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Demo #12
By Brian Wood and Becky Cloonan
AiT/PlanetLar; $2.95 USD

The quiet moments that are the foundations of relationships anchor this final issue of a limited series that has served as a showcase for the talents of Wood and Cloonan. Her art blew me away on almost every page and panel of the series, and in the lead story of this issue it once again arrests the eye and makes the reader long for the story to never end. A brief back-up story sees Wood and Cloonan switch tasks, successfully crafting a witty, bookending coda that ends on a satisfying note and yet another gorgeous black and white image. The comics industry could use a lot more bold experiments like Demo. Grade: 4/5



Waterwise
By Joel Orff
Published by Alternative Comics; $14.95 USD

Emily and Jimbo are lifelong friends who've been apart for some time. They meet up unexpectedly at a remote cabin significant to their shared history, and reflect on their lives together and apart before going their separate ways, probably forever. Grounded more in human emotion than cloying sentiment, Orff uses unexpectedly effective black and white images to get us both into the time and place of this story and inside his appealing, affecting characters. Rarely in comics has the delicate dance between unattached but connected men and women felt as vital and alive; Orff ends the story in an unexpected place, a celebration of affection, friendship and all the kinds of love we can feel. Grade: 4.5/5



Bipolar #1
By Tomer Hanuka, Asaf Hanuka, and Etgar Keret
Published by Alternative Comics; $2.95 USD

Alternative Comics brings the landmark first issue of this essential anthology series back into print. Tomer Hanuka is perhaps best known as the cover artist for DC's Hard Time, but readers need to explore his fantastic and fascinating work in this series -- he's featured in two stories in this issue, exploring themes of identity and relationships. His brother Asaf illustrates the intriguing serial Pizzeria Kamikaze (scripted by Etgar Keret), about an afterlife comprised solely (and strangely) of suicide victims. The series only gets better with each passing issue, the experimental tone and dedication to storytelling reminscent of such diverse creators as David Mazzucchelli, Paul Pope and Dave McKean. A fifth issue is imminent, and all four previous issues now should be available through the publisher. Grade: 5/5



The Chronicles of Conan Vol. 6
By Roy Thomas, John Buscema, Neal Adams and others
Published by Dark Horse Comics; $15.95 USD

The single Neal Adams-illustrated issue of the original Marvel Conan series is featured here, looking very good and including (as mentioned in Roy Thomas's personal endnotes) a giant, shambling vagina-monster that somehow managed to get by the Comics Code. John Buscema's art looks terrific under the remastered colouring, but in this volume the new lettering is pretty poorly managed, with a number of errors including typos and confusion over when to use the serifated "I" and when not to. Redoing the lettering is a good idea in concept, but for a project this prestigious in intent, better oversight is really required. Grade: 4/5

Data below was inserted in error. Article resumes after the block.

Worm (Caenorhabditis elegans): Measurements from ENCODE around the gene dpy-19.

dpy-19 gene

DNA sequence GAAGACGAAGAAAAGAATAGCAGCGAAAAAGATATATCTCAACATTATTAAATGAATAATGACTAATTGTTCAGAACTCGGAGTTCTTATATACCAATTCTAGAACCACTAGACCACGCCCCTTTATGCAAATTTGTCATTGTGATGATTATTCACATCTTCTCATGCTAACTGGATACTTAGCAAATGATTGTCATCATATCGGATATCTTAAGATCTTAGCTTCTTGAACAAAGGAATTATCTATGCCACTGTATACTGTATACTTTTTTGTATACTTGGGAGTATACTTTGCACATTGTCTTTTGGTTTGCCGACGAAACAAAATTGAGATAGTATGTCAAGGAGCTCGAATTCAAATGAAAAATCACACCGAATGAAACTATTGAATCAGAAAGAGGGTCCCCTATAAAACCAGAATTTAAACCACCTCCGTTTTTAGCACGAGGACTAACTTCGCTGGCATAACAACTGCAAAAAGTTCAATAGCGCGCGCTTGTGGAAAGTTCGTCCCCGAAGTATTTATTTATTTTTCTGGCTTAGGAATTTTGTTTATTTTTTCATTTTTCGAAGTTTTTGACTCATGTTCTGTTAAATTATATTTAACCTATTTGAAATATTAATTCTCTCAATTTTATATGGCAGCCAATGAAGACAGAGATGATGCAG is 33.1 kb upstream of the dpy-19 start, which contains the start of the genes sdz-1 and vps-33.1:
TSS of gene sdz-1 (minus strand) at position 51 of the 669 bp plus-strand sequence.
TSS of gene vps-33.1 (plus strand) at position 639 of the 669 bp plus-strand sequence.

American Splendor: Our Movie Year
By Harvey Pekar, R. Crumb, Gary Dumm and others
Published by Ballantine Books; $16.95 USD

Being an account by the elder statesman of autobiographical comics on the year surrounding his life's work becoming a motion picture. A nice companion volume to the collection that was released to coincide with the film's release, this is a bit more scattershot than I would like, with some musical reviews and biographies that are irrelevant to the book's titular purpose. Despite that, the good far outweighs the bad as Harvey takes us with him and his family on a world tour to promote the movie, visiting Japan, Scotland, England and Hawaii, and meeting such luminaries as Paul Giamatti (the sublime actor who portrayed Pekar in the movie), Howard Stern, and most delightfully, Alan Moore. Pekar describes his life, his illnesses and the very strange experience of being momentarily in a worldwide spotlight in a celebrated independent film, with the little moments, as usual, being revelatory enough to make the book a must-have for fans of intelligent, honest comics work. Grade: 4.5/5



A Few Perfect Hours
By Josh Neufeld
Published by Josh Comix; $12.95 USD

Neufeld provides both insight and humour in this travel book, a collection of short stories that snared him a Xeric award. The best story is probably the one about Neufeld and his girlfriend staying with some Baptist missionaries, in which the expected cliches are eschewed in favour of actual observation and reportage, resulting in a more humanistic feel. Almost all of the stories find the cartoonist having his expectations upended, though, whether about fundamentalist missionaries, organic farming, or the ways in which people choose to remember their lost loved ones. Good stuff, and a nice complement to other recent graphic novels on the topic of travel. Grade: 4/5

-- Alan David Doane




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